found and lost
Updated: Nov 20, 2020
I was sort of adrift.
Extremely strict and fully compliant, like footprints.
The runners are apparently huge.
Backlogs bite the crust.
The vibe started out at the door, until invited in. BLOODY expensive.
The dressings are almost able to stand up in a response bravado
and other quarters.
The distance of my kennel hand is a wipe down.
Every man and woman and weight has to settle,
each someone in their home, watching and ordering from there.
I have got a little face covering.
Every couple of days, my mother breaks her leg wrenching
and doesn’t have transport.
Her femur was bearing up after a full week
being able to wear branches.
Horrible thing to deal with.
Who knows setbacks and various bits of wood!
Not a big brace - helluva impressive.
Scared about special permission and progress, and the near future.
Pharmacies have been socialising quietly for weeks
with thorns and goats.
I might end up on every shopping trolley for ONE carer,
but am more concerned about the police.
The street is wearing those things, bloody brutal, numbers of months.
You can’t approach the counter and must state your masks.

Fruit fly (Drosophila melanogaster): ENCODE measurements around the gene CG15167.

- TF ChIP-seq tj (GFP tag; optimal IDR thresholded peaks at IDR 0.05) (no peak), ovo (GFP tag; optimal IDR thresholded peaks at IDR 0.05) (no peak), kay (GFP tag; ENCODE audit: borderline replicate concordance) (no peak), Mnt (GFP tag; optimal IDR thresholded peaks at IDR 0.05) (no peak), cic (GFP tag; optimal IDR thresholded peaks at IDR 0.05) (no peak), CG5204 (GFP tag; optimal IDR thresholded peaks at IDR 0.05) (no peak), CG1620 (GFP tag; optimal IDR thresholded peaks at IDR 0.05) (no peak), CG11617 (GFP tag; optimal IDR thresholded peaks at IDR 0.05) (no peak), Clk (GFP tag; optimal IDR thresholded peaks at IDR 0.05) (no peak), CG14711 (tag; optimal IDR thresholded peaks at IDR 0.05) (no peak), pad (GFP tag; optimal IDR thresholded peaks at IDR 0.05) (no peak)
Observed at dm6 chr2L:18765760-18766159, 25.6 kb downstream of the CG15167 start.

There’s no Michael carving “molars” out of hope.
My mother’s losing her fight to enjoy.
Must be hard moving.
She’s fractured somewhere else. Shit!
Lying there, losing muscle, losing retirement, the boutique spirit.
He should carve some devil thorns.
Commuter buses have been banned per household.
Lockdown finally decided to meet my reserve list.
The floors are taped and hit Amazon HARD!
I won’t get many more mothers.
Many medical supplies and other goods are unavailable in Zimbabwe. 'Runners' are lorry drivers who take orders from individuals, drive down to South Africa, buy the goods and deliver them, with a huge mark up for their services.
Thanks to my friend Angie Leicht in Zimbabwe for telling me the story of her lockdown experience.